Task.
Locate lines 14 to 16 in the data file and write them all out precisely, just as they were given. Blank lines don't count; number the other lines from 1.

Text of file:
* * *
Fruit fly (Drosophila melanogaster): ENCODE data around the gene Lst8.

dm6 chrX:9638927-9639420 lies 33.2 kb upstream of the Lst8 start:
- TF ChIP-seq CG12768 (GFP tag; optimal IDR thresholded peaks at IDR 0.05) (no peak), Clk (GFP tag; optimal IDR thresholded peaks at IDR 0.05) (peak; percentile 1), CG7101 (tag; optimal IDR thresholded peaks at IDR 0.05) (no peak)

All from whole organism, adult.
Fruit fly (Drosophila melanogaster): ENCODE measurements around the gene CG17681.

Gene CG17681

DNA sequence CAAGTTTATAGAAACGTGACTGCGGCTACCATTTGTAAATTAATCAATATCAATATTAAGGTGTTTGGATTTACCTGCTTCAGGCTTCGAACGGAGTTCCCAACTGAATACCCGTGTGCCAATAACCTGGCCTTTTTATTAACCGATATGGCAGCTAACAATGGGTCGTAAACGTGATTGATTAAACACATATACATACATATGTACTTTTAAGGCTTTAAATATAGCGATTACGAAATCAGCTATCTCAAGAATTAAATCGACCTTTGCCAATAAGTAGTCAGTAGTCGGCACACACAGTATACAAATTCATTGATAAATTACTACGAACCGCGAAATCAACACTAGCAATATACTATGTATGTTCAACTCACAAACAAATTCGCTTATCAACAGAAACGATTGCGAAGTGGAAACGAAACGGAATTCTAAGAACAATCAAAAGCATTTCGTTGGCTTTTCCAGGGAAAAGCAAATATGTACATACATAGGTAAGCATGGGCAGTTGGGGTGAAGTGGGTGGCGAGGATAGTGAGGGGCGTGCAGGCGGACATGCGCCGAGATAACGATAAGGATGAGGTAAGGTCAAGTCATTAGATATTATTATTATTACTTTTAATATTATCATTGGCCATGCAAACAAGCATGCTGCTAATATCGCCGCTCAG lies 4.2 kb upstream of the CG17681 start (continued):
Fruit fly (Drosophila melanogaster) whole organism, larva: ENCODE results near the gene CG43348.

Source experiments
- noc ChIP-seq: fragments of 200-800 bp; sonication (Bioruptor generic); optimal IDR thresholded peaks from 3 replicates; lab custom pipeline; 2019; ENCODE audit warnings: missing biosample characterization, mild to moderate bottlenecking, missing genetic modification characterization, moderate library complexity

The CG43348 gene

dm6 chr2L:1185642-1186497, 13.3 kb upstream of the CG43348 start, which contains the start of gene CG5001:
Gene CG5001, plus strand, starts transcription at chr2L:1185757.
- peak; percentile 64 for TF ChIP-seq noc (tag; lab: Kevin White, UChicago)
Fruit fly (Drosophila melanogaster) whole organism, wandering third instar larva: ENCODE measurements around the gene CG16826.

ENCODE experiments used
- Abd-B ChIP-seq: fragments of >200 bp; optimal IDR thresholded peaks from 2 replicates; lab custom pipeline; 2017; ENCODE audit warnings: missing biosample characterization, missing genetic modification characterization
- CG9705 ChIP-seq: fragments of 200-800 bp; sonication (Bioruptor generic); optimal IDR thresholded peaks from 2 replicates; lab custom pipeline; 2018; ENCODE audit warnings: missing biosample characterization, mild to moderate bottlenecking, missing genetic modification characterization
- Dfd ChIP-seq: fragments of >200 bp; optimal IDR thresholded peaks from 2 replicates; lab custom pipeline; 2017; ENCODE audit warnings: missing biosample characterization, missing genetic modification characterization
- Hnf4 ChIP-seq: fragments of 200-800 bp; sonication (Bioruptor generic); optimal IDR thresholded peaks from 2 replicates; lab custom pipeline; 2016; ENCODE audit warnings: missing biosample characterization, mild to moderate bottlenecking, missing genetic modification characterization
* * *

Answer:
- peak; percentile 64 for TF ChIP-seq noc (tag; lab: Kevin White, UChicago)
Fruit fly (Drosophila melanogaster) whole organism, wandering third instar larva: ENCODE measurements around the gene CG16826.

ENCODE experiments used